Charlie Haden, Bass, 1937, Shenandoah,LA
Charlie began playing professionally in Los Angeles with Art Pepper in 1957. Before the end of the decade he was working with Paul Bley and Hampton Hawes. In 1959 he went to New York with Ornette Coleman and then became a member of Denny Zeitlin's trio. During the mid '60s Haden recorded with Coleman and began an association with Keith Jarrett. Although Haden worked principally as a sideman, in 1969 he managed to record an album of his own, "Liberation Music Orchestra", which consisted of a number of revolutionary songs and received much acclaim. Around the same time he also worked with Carla Bley and the Jazz Composer's Orchestra. In the early '80s he recorded with a new "Liberation Music Orchestra" which was actually made up of members of Carla Bley's group. The band toured successfully in the U.S. and Europe into the mid 1980s. Haden has a large, warm tone on the bass, with a subtle vibrato which are central to his improvising. In contrast to most bass players of the period, Haden strives for simplicity and a traditional sound an was the perfect bass player with Ornette Coleman's group, in many ways helping the ensemble to swing. Today, Haden is one of the most active bass players in jazz, with his own group and others.
Vic Dickenson, Trombone, 1906, Xenia, OH
Vic began playing in bands during the late '20s in Ohio and Wisconsin. Around 1935 he teamed up with Blanche Calloway, Claude Hopkins, and Benny Carter. During most of the next decade he worked on the East Coast and the West Coast with Eddie Heywood and Count Basie. Vic was the leader of his own group in the Boston area from the mid '50s until the early '60s when he made his home in New York, and worked with Henry "Red Allen and many other prominent jazz musicians. During the 1960s Vic and Red Richards formed a group called Saints and Sinners, with which they toured with George Wein's All Stars. He also made a tour of Asia with Eddie Condon during this period. He first gained a reputation as a section trombonist, rarely soloing, but by the early '40s he emerged with a wonderful style of his own, playing with a blend of humor and a smooth highly-developed technique. He was equally at home with traditional and modern jazz, his tone was always personal, and he was inventive at any tempo. Vic Dickenson died in 1984.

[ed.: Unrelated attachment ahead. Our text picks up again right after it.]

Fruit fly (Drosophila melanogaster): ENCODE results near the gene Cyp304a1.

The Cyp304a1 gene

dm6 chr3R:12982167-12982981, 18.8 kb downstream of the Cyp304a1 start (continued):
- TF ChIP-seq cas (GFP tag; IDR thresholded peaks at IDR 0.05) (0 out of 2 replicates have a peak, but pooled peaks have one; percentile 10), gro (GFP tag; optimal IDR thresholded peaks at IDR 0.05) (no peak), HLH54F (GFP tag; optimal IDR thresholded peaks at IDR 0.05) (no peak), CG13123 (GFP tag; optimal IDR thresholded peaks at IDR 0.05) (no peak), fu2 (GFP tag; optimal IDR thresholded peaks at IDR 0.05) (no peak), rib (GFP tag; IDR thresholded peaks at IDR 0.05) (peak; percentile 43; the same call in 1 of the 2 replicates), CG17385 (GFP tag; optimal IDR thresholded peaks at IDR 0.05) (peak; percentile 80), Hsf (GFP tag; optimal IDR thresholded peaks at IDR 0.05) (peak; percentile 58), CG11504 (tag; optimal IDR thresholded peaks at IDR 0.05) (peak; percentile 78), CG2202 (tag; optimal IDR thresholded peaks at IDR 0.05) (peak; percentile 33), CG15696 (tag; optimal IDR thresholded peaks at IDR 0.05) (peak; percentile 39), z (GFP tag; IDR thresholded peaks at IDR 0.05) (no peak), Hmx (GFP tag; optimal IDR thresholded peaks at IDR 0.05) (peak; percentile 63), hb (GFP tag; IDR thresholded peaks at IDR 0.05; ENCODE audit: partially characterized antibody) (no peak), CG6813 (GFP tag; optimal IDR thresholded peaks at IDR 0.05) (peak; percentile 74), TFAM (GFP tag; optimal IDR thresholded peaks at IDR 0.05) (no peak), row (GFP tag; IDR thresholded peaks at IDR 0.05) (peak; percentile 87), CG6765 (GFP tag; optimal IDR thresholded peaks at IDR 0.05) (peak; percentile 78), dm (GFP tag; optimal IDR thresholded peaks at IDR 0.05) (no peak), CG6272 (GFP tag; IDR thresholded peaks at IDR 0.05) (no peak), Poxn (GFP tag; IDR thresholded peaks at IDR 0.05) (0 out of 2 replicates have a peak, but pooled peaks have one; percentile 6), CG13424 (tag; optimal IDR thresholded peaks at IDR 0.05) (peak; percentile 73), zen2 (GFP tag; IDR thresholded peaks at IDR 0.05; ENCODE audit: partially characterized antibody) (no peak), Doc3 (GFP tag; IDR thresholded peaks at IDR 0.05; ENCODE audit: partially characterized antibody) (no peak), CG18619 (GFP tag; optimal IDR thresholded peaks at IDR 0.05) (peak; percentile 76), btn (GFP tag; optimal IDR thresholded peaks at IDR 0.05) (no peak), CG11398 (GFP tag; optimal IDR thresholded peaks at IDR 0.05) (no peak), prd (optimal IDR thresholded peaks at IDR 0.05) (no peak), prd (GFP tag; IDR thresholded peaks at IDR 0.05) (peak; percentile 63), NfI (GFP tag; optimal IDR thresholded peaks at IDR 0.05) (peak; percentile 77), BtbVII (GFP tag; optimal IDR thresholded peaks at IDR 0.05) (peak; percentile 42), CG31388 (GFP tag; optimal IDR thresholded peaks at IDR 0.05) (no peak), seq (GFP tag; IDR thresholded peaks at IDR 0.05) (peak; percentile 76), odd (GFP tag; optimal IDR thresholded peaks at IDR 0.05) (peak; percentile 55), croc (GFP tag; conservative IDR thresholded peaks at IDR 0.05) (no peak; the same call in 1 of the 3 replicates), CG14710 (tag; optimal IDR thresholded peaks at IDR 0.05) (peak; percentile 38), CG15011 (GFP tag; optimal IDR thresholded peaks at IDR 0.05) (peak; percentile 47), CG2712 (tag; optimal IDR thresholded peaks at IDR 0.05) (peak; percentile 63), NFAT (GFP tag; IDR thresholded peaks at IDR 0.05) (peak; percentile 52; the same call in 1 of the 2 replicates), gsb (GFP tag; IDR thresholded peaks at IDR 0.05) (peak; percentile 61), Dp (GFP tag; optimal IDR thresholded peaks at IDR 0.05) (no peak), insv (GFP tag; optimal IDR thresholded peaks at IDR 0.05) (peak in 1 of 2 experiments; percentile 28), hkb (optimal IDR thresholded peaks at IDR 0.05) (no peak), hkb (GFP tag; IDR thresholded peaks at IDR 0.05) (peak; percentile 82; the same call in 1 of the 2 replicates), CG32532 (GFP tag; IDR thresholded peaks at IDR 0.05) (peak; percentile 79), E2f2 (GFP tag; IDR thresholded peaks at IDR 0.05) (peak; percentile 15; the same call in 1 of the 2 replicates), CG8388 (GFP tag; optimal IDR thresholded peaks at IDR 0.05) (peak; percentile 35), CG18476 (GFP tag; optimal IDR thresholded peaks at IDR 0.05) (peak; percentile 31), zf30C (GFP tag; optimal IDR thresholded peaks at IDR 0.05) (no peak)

Abbey Lincoln, Singer/Composer, 1930, Chicago, IL
Abbey began singing professionally in the early '50s, changing her name several times, and finally settling on Abbey Lincoln. In the mid '50s she made her first recording with Benny Carter's orchestra. Shortly afterwards, with her own group, including Sonny Rollins and Max Roach, she made some additional recordings that were not too spectacular. In the late '50s Abbey became active as a composer and an actress. From 1962 to 1970 she was married to Max Roach, and through him made contact with many prominent jazz musicians and other people in the business. At this time she met Monk and Charles Mingus, and was encouraged by them to explore a wider range of vocal techniques. She began to sing in a richer poetic style, and he songs contained a greater political and cultural content. Abbey became very active as a strong advocate for racial equality, and this issue was reflected in her lyrics, boldness, and, at times, violence of her vocal style. From around 1968 Abbey appeared in several motion pictures. In the mid '70s she toured Africa, where the names Aminata and Moseka were conferred on her by politicians in Guinea and Zaire respectively. Lately, In her newest work, she has returned to the warm, gentle style that she originally became famous for..
Regina Carter, Violin, Detroit, MI
Regina began playing the violin at age four, and attended the prestigious Cass Technical High School in Detroit. After graduation she attended the New England Conservatory of Music. She never finished at the conservatory, but returned to Michigan to join the all-female jazz quartet Straight Ahead. After doing some recording with the band on the Atlantic label, Regina left in 1994 in search of a solo career. She had already been doing session work in Detroit and sought to make the move permanent. Carter found herself working with Max Roach, The String Trio of New York, and the Uptown String Quartet before recording her self-titled debut recording on Atlantic in 1995. It's mixture of RB, pop, and jazz confused jazz fans and delighted pop critics. It sold well enough for her to record "Something for Grace", which leaned in the jazz direction, though it featured RB sheen in it's production. In 2001 she recorded a duet with Kenny Barron, which has been universally acclaimed for it's lyricle qualities and stunning range of dynamics and harmonic invention. Carter is a highly original soloist whose sophisticated technique and rich tone took the jazz world by pleasant surprise when she arrived on the scene. Filmmaker Ken Burns used Regina on the soundtrack of his film "The Civil War". She has also played with artists as diverse as Faith Evans, Elliot Sharp, and Mary J. Bilge.